Convicted Murderer Was Released Early on Good Behavior But Killed Again Months Later

April 25, 2016 Updated: April 25, 2016

Malcolm Benson, a convicted murderer who was released early for good behavior, was convicted of killing and robbing a man at a bus stop in Michigan.

Benson was set free on parole on Jan. 13, 2015, after spending 19 years in prison for second-degree murder after he was convicted in 1995. However, at the time, he was initially charged with first-degree murder, but he entered a plea deal that got him between 20 and 40 years behind bars and an additional two years for felony use of a firearm.

Under Michigan’s current sentencing rules, Benson would have been in prison until 2017, but they were not in place when he was sentenced, reported. Under those rules, he would been forced to serve a minimum of 22 years in prison, but under the old rules, he served approximately 19.

Police said that it took only nine months for Benson, 50, to kill again after he was released in 2015.

For the bus stop slaying in Highland Park, which took place on Sept. 23, 2015, he was sentenced to life in prison by a Wayne County judge.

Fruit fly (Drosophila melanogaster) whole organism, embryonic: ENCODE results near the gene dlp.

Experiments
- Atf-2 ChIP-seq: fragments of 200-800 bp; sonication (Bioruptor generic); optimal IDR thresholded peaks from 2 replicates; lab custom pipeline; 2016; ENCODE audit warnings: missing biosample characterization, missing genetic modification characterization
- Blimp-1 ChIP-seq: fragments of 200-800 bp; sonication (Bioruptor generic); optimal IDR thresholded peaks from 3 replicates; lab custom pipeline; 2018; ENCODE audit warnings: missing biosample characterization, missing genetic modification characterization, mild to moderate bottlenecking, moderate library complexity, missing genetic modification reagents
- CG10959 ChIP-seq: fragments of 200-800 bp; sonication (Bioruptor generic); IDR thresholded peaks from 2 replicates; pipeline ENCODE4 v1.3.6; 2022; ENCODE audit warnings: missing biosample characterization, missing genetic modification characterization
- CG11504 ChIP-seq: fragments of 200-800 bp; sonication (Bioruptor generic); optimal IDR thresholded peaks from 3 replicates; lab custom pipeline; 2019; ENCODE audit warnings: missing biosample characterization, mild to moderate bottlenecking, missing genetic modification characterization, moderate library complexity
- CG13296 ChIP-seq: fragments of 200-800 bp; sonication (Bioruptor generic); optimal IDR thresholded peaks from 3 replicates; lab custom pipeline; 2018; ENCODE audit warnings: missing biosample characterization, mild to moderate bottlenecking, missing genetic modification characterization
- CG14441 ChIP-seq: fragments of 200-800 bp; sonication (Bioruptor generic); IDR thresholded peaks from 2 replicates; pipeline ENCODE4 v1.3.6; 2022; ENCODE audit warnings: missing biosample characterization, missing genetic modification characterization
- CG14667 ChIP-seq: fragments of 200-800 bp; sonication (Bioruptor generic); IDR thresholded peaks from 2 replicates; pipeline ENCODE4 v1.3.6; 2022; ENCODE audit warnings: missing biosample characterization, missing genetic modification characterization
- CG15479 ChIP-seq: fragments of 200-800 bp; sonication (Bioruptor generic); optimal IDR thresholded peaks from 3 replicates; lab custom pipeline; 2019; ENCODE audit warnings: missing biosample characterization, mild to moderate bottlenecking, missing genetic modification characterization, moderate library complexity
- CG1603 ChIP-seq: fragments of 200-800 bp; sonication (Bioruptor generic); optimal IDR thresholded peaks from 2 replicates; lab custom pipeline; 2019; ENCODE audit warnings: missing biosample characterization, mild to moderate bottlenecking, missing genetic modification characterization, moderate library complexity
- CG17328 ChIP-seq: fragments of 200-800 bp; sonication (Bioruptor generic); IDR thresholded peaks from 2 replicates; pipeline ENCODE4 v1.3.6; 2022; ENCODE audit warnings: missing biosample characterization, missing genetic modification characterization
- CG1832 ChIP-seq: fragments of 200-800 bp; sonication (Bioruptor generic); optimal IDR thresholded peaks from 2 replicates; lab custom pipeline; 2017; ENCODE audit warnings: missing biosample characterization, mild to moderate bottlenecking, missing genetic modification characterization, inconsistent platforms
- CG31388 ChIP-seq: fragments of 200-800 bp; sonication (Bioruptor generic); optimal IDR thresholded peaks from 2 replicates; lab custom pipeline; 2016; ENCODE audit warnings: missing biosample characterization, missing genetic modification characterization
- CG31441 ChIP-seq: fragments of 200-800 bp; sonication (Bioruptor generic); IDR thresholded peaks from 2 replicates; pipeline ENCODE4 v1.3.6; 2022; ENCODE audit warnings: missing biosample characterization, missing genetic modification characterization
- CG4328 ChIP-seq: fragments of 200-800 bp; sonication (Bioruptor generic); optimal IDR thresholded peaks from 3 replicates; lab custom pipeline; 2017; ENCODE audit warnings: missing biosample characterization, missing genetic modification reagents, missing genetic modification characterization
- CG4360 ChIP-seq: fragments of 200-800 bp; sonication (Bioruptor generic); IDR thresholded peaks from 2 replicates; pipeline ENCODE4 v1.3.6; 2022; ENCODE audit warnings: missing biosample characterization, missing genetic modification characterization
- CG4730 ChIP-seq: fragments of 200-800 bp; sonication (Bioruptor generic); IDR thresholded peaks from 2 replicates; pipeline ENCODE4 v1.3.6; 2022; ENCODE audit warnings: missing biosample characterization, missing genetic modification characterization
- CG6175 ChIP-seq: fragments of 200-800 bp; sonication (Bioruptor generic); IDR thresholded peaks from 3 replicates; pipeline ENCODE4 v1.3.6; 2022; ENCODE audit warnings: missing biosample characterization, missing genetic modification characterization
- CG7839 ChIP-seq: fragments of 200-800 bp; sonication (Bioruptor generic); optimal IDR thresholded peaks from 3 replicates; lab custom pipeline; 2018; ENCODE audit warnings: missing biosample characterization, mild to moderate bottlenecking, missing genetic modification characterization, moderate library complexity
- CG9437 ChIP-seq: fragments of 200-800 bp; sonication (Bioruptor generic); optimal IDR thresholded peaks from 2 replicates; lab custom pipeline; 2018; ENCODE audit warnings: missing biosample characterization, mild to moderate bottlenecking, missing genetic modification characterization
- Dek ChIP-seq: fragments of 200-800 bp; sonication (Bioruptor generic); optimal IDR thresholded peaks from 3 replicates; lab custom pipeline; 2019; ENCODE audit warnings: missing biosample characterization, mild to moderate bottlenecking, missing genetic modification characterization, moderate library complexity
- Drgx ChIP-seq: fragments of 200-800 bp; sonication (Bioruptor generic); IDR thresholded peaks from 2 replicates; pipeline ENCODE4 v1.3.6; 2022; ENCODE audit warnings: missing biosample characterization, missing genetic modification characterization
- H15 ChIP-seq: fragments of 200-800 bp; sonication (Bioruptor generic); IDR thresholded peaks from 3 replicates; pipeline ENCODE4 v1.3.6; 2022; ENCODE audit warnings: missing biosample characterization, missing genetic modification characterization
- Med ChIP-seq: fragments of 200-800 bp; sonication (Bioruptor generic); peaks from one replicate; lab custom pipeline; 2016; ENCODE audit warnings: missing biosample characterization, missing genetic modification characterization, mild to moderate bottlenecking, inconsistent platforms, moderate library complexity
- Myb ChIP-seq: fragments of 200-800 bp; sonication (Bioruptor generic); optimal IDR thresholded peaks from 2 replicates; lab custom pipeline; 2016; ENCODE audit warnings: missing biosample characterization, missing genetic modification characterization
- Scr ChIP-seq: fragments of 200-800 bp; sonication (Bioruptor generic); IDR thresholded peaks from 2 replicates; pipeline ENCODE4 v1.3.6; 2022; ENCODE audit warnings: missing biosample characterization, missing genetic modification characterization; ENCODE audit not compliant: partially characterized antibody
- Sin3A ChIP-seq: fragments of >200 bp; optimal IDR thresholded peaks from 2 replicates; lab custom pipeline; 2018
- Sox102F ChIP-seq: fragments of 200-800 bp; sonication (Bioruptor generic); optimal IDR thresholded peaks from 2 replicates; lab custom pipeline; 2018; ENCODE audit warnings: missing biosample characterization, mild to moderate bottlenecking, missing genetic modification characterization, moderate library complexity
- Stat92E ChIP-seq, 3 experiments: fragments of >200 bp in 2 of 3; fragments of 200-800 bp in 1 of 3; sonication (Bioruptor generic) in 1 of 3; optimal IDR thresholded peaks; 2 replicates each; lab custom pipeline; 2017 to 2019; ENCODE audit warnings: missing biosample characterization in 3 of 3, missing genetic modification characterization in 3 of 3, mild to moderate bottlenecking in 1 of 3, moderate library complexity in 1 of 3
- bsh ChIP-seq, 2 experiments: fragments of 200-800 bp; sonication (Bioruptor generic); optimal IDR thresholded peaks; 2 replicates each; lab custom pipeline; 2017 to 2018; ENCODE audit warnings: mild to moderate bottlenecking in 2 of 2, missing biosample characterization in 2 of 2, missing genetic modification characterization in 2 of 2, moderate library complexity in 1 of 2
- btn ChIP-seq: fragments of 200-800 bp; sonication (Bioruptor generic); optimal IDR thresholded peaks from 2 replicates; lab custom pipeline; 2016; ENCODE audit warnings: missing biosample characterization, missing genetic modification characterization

His victim was 59-year-old Army veteran named Stanley Carter, who was waiting for the bus when Benson shot him during a botched robbery, according to police.

Witnesses said that Benson simply walked up to Carter and shot him, without arguing or any altercation, The Washington Post reported. No one else was injured. 

Police also said Benson had sexually assaulted a woman near the scene of the shooting, The Detroit News reported.

Holly Kramer, a spokeswoman for the Michigan Department of Corrections, told why he didn’t get 22 years in prison the first time.

“What you noticed, is because Truth in Sentencing (guidelines) didn’t come into play until 1998, and his offense occurred in 1995, when we still allowed disciplinary credits,” she said. “Disciplinary credits allowed for parole eligibility to be accelerated for an indeterminate sentence, like his 20 to 40 years, if a prisoner had good behavior.

She added: “Under that system it was five days for every month served, plus the potential for two additional days for exceptionally good behavior.”